On July 27, Steve received some unexpected good news when his pathology report indicated that he didn’t have pancreatic cancer, but rather, a rare, neuroendocrine tumour (a slower, less aggressive cancer with a much higher survival rate). Three weeks later, when he went to his oncologist to learn about his treatment plan, Steve says, “I was told, effectively, you’re cured.”
Back in the Saddle
While Steve’s cancer journey lasted all of two months, the “mental fallout,” he says, lasted much longer.
“I started to see a counsellor regularly at the cancer centre...Right around the six-month mark, I just sat down one day, wrapping Christmas presents with Ange, and it just hit home...just getting upset, crying. I went in to see my family doctor and I was like, ‘What’s going on?’ He said, ‘Well, what happened six months ago?’ It was basically that feeling of walking off the curb and feeling the wind go by and going, ‘Jeez, that truck just nearly took me out,’” Steve explains.
Unfortunately, his journey wasn’t over. In September 2016, Steve discovered the cancer had returned in a small lymph node, which has since been removed. He is now being monitored while hormone therapy for cancer continues.
Steve says he’s incredibly grateful for the care and support he’s received from his medical team, the comedy community, his friends and, most importantly, his family. Initially afraid of how his young daughters would handle the news of his diagnosis, Steve says they continue to amaze and inspire him. His eldest daughter, Sarah, recently joined him for the Great Cycle Challenge to raise money to help fight childhood cancer. She also recently picked her dad as the subject of her “hero” project at school. (“She said, ‘I chose to do you - or Isaac Newton,’” Steve laughs.)
After taking a break from the stand-up world to rest and recover, Steve’s spirits are now high and his health is in good shape. This fall, he’s sharing his story on stage during three shows (September 24, 25 and 26) at the LSPU Hall in St. John’s. “Here & Now” (originally titled “How Cancer Saved My Life”) will be part stand-up set, part one-man show and will tackle some of the stereotypes around people’s expectations of those who are dealing with a cancer diagnosis. But, Steve says, “It’s not a morbid affair.” (The laughter he received during the initial read-through last fall, he says, is a good indication of the feel of the show.)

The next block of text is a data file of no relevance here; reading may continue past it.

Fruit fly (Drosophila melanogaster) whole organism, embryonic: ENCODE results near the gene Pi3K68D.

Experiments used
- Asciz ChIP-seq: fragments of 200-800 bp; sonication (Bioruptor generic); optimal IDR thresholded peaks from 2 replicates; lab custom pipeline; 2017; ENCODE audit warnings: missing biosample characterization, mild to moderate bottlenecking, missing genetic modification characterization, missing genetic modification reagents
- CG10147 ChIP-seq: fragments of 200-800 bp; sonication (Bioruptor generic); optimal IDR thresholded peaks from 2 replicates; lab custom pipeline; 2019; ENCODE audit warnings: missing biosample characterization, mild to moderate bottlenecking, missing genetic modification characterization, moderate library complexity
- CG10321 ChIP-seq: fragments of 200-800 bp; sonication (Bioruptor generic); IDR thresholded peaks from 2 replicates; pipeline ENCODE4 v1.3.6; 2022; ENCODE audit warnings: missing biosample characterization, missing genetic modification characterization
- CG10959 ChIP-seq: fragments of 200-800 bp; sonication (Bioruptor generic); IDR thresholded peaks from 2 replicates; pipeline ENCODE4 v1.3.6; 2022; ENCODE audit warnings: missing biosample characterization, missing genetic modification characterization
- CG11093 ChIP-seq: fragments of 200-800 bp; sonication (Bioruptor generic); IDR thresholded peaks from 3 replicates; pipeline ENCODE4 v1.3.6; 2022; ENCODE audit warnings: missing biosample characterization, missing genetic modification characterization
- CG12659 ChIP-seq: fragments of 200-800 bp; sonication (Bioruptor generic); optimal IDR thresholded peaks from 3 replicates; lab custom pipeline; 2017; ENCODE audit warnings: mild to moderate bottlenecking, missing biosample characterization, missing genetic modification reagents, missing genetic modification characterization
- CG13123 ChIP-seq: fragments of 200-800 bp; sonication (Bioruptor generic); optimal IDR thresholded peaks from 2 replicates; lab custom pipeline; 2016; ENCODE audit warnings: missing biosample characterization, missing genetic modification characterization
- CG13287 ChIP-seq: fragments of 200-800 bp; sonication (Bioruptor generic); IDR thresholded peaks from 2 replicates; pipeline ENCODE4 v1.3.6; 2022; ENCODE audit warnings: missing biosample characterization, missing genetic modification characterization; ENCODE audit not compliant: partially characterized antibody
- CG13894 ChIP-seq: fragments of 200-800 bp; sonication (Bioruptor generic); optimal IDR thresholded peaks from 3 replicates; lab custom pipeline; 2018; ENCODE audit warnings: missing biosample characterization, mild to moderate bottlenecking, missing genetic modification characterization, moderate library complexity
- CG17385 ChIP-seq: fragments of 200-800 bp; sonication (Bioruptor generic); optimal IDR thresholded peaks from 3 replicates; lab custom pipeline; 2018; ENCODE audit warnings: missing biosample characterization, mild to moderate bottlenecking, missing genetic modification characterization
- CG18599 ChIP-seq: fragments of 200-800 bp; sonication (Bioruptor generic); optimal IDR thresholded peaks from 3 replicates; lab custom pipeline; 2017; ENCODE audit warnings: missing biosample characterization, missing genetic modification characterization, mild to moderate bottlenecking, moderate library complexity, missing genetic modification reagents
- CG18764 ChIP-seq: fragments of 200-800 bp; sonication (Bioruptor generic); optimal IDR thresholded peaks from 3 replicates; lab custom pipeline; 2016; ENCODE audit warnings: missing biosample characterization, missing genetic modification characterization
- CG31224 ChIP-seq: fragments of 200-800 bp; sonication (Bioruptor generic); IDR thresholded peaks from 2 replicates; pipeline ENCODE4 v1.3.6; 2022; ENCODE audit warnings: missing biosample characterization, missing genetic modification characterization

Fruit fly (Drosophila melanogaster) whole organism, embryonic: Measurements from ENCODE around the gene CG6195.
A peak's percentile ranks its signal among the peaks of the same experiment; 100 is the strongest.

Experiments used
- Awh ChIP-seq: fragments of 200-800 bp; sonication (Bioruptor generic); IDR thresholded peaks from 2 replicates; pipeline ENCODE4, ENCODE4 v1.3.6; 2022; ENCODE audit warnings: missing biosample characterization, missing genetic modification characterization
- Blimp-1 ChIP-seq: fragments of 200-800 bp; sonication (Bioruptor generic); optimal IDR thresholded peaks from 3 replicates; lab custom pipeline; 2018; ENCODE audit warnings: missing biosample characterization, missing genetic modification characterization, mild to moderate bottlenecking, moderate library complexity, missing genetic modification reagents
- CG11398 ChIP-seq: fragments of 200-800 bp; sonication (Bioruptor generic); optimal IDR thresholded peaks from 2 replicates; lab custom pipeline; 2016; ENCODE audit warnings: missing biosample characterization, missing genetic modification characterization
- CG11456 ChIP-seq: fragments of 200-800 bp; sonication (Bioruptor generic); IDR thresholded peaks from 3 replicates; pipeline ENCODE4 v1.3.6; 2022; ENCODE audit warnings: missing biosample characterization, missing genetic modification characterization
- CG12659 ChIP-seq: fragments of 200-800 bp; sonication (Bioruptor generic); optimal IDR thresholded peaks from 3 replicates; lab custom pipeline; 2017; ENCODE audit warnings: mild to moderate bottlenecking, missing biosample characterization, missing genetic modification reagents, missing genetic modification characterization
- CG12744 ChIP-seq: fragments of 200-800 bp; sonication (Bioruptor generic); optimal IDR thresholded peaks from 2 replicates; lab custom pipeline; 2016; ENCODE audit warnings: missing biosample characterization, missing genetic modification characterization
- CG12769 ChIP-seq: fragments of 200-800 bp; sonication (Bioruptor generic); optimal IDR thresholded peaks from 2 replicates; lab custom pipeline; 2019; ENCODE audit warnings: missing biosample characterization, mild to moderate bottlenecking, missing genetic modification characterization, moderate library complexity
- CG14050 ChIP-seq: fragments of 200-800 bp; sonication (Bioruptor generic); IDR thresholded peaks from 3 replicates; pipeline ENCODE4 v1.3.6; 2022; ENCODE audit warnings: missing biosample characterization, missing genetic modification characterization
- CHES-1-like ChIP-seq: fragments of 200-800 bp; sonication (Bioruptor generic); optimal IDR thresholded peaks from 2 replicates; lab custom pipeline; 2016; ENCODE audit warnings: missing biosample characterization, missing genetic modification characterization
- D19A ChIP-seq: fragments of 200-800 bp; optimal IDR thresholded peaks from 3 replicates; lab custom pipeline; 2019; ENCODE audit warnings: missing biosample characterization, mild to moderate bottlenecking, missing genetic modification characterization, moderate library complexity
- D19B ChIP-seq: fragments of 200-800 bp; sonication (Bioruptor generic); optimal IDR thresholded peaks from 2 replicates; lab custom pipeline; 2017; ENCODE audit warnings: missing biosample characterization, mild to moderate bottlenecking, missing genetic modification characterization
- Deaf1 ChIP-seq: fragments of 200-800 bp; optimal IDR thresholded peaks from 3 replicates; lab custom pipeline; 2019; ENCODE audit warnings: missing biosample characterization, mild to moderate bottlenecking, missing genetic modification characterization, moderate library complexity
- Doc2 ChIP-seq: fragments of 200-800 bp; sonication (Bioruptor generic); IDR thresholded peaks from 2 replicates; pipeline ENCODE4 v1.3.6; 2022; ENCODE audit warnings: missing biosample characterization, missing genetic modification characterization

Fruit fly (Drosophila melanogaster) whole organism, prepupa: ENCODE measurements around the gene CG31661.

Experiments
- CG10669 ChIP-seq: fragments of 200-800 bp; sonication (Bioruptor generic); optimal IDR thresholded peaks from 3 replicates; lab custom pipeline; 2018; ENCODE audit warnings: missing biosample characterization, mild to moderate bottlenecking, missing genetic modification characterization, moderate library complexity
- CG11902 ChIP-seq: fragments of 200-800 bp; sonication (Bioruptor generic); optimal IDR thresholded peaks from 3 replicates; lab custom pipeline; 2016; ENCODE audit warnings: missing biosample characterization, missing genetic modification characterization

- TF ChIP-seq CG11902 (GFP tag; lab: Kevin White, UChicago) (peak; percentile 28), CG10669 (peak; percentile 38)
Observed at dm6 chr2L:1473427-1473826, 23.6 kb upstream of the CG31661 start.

When all is said and done, Steve says, the show is really a song of praise to his family and those who have stood by him - and if you look closely at the show’s poster, you’ll see those elements sprinkled everywhere. Even the blue paisley background is an homage to his sister’s bandana (which he now carries in his pocket, like a good luck charm, when he does a show or has another important event coming up).
To pull the show together, Steve consulted with several of his peers in the arts community, including Andy Jones, and worked with director Charlie Tomlinson, who helped him bridge the world of stand-up comedy and theatre. He also received funding from ArtsNL through their Professional Project Grants Program. Wanting to make something positive out of his experience, Steve says working on the show has been therapeutic and he hopes it’ll help others who have been touched by cancer.
“When I did my reading, one of the people I had invited, their partner was there. And this person had a cancer experience. He was very emotional at the end of it, and he was like, ‘You know, I didn’t want to come. But I’m so glad I came.’ And he gave me a huge hug…even now, I’m getting goosebumps because it impacted someone that much,” he says.
“I’m still here, so it ends on a nice, positive note,” he smiles. “And there’s a lesson in there. It sounds cliché or corny to say there’s a lesson in there, but there is.”
-by Linda Browne